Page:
Java News from Thursday, January 6, 2005

I'm very pleased to announce the release of XOM™ 1.0, a new XML object model. XOM is a free-as-in-speech (LGPL), library for processing XML with Java. XOM supports a number of XML technologies including Namespaces in XML, XSLT, XInclude, and Canonical XML. XOM documents can be converted to and from SAX and DOM. XOM strives for correctness, simplicity, and performance, in that order. XOM is very easy to learn and easy to use. It works very straight-forwardly, and has a very shallow learning curve. Assuming you're already familiar with XML, you should be able to get up and running with XOM very quickly.

XOM is the only XML API that makes no compromises on correctness. XOM only accepts namespace well-formed XML documents, and only allows you to create namespace well-formed XML documents. (In fact, it's a little stricter than that: it actually guarantees that all documents are round-trippable and have well-defined XML infosets.) XOM manages your XML so you don't have to. With XOM, you can focus on the unique value of your application, and trust XOM to get the XML right.

XOM is fairly unique in that it is a dual streaming/tree-based API. Individual nodes in the tree can be processed while the document is still being built. The enables XOM programs to operate almost as fast as the underlying parser can supply data. You don't need to wait for the document to be completely parsed before you can start working with it.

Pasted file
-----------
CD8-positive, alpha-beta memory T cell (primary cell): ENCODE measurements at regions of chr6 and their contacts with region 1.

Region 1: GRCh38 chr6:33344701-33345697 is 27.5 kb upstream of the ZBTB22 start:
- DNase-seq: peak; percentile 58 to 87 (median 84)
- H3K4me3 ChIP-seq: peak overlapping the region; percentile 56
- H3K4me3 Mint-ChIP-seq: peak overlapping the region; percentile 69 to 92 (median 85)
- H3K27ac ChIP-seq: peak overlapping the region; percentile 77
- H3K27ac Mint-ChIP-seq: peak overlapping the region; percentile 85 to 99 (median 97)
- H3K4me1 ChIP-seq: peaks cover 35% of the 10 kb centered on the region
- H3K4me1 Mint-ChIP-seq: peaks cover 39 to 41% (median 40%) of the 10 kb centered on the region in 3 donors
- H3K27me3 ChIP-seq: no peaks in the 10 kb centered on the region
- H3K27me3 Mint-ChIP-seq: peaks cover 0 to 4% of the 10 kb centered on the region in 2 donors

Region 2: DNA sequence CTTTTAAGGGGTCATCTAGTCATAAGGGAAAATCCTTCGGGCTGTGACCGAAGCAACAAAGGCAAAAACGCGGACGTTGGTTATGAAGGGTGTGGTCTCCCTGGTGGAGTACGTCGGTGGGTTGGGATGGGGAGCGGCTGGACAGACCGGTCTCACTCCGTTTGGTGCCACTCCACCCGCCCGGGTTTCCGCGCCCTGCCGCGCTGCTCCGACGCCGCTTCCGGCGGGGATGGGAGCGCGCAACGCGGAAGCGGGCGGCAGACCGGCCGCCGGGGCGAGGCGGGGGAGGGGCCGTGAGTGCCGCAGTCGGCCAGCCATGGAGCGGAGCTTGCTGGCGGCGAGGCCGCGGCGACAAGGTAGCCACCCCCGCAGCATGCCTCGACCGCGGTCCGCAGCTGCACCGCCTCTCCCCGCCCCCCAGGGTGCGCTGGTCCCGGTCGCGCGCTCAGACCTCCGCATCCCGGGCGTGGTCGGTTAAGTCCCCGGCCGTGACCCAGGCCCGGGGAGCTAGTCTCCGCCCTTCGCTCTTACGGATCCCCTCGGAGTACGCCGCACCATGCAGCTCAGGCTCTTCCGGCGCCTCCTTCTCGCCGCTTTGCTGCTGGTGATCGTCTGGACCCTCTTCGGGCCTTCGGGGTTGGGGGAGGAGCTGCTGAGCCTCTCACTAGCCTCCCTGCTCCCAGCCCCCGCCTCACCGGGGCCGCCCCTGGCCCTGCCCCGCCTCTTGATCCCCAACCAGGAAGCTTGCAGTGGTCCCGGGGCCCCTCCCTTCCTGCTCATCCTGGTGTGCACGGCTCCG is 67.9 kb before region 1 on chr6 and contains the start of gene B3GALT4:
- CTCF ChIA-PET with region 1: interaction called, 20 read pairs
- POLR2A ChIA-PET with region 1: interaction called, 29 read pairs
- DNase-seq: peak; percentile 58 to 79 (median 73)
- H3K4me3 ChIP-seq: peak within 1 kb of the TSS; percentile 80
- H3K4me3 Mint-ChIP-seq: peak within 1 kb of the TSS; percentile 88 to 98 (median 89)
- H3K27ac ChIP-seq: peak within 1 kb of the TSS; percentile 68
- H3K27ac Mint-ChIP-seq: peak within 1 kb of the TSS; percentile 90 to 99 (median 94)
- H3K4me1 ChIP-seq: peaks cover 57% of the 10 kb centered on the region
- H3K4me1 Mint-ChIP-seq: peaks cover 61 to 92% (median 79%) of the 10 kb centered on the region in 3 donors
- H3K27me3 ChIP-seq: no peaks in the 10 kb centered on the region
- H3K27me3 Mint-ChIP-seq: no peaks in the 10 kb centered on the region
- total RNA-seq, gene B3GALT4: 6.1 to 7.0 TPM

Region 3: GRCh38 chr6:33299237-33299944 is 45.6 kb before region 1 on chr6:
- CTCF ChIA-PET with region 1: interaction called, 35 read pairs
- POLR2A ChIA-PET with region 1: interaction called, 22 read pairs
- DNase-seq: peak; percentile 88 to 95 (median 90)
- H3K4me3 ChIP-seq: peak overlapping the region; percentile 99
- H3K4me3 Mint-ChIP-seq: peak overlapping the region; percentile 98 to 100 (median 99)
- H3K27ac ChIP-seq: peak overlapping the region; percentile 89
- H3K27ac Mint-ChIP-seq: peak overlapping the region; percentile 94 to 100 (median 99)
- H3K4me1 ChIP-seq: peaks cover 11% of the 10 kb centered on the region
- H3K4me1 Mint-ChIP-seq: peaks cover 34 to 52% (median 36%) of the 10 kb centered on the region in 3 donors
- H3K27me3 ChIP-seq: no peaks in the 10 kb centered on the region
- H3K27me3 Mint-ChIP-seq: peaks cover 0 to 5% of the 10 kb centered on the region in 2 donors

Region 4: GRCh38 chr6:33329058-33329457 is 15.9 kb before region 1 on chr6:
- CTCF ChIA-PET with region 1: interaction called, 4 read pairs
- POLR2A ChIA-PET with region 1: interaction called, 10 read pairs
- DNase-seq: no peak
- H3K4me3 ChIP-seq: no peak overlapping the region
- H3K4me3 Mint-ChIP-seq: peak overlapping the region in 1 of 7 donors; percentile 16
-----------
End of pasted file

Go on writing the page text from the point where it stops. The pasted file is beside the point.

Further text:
XOM is very memory efficient. If you read an entire document into memory, XOM uses as little memory as possible. More importantly, XOM allows you to filter documents as they're built so you don't have to build the parts of the tree you aren't interested in. For instance, you can skip building text nodes that only represent boundary white space, if such white space is not significant in your application. You can even process a document piece by piece and throw away each piece when you're done with it. XOM has successfully processed gigabyte sized documents without breaking a sweat.

It's at least a year past when I hoped to release XOM, but the extra time has resulted in a much cleaner, more robust, faster API. XOM is now considered to be ready for production use. Future, post-1.0 releases should be backwards compatible with the 1.0 API for the foreseeable future.

If you'd like to know more about XOM, I suggest starting with the tutorial. XOM also includes a large collection of small sample programs that demonstrate various parts of the library. If you're curious about why XOM is the way it is, or if you would like to suggest future directions for XOM, you should read the design principles on which XOM is based. if you have a question about XOM that is not answered in the API documentation or the FAQ, you can ask it on the xom-interest mailing list. You do not need to be subscribed to post, but non-subscriber questions are moderated.